I grew up surrounded by 3 other siblings, which did not strike me as unusual until I got a little older and realized most people only have 1 or 2 brothers and sisters! In our group of four, I was almost always the most outgoing, and I learned quickly how to make friends when we moved around every few years. Living overseas taught me even more how to relate with other people whose background was completely different.
As an adult I drew back a little, which most of us tend to do over time. The days feel longer and my tiredness is more acute now than when I was a child. While I still love to be around big groups and thrive on meeting new people, I am not quite as fearless and bold as when I was younger. Between Nathan and me, however, I will always be the most outgoing person in our relationship, and without my forwardness, we would spend much more time at home and much less time with other people!
The Honest Truth, though, is that in recent years it has become easy for me to slip in, slip out, and not put forth the effort to meet someone new. I didn't understand what was wrong with me when I became completely fine with spending Friday nights at home, reading The Economist in sweatpants and fuzzy socks. I'm an extrovert, and I love people! I often thought, so why do I want to spend time alone every once in awhile?
That's when my friend Caitlin told me about a new category: ambiverts. This simply means that I fluctuate between wanting to be around people constantly and desiring time by myself. I gain energy in a crowd and thrive in new situations, but I am content when I have a few free nights in a row. (read this article if you want to find out more!) There are days when I go to church and literally find one person that I will befriend before we leave! On other days, I am satisfied with sitting near the back, holding hands with Nathan, and simply smiling and waving as we walk to the parking lot.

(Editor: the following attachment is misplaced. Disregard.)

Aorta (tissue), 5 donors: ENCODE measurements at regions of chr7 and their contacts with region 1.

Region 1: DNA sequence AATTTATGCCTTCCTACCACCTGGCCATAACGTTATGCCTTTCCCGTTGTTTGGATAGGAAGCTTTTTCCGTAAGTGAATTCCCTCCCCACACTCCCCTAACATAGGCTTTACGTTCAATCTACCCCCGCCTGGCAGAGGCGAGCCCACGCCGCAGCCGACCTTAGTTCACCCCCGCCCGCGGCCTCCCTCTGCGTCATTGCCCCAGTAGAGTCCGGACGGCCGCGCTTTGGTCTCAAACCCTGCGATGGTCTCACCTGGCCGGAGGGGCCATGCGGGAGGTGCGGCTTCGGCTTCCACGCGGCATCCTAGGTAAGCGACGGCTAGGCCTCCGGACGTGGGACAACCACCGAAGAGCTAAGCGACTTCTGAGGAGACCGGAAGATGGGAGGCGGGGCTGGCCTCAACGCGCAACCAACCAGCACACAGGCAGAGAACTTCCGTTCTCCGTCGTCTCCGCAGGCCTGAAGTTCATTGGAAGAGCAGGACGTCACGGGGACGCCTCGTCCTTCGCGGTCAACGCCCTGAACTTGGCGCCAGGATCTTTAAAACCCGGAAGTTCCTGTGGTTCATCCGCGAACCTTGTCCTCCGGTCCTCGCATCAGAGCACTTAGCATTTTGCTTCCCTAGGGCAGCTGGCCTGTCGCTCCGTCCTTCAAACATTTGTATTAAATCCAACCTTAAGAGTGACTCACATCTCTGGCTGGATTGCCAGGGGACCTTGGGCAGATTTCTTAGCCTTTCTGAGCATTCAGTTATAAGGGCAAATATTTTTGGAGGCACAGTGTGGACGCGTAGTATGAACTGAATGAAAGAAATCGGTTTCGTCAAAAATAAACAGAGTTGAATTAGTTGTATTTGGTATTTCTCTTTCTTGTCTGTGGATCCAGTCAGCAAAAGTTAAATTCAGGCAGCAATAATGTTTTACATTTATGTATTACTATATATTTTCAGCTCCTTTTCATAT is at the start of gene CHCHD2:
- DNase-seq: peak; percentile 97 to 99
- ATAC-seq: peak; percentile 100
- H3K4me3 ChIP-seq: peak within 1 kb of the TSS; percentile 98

Neither situation is right or wrong, but what I never want to do is choose the path of 'least resistance' that involves no fear or risk. In October we left our church, and by January we had joined a new one, and by week two I realized that if I wanted the community we so badly desired, I would have to throw out any reclusive tendencies and go all in. Each week, whether I feel like it or not, I meet one new person and have a real conversation with them. I am volunteering with the middle school group. I have signed us up for every possible opportunity, from landscaping to an adoption conference to a refugee-style dinner.
The Honest Truth is that, deep down, I am an extrovert through and through. I firmly believe there is nothing wrong with being an introvert, but I've realized that my introvert tendencies stem from fear and not wanting to go 'all in.' I wrote a blog recently about fighting through unselfishness, and I am learning to do that every week when I step into our church service (at Peninsula Community Chapel, which we LOVE). For me, fighting unselfishness right now means stepping out of my fear into friendships and community - whether I 'feel like it' or not on any given day :)
Tell me: are you an extrovert, introvert, ambivert...or still figuring it out? I want to know!
Read more from the series
The Honest Truth About…Adoption
The Honest Truth About…Creative Entrepreneurs
The Honest Truth About…Instagram
The Honest Truth About...Marriage
The Honest Truth About...My Travels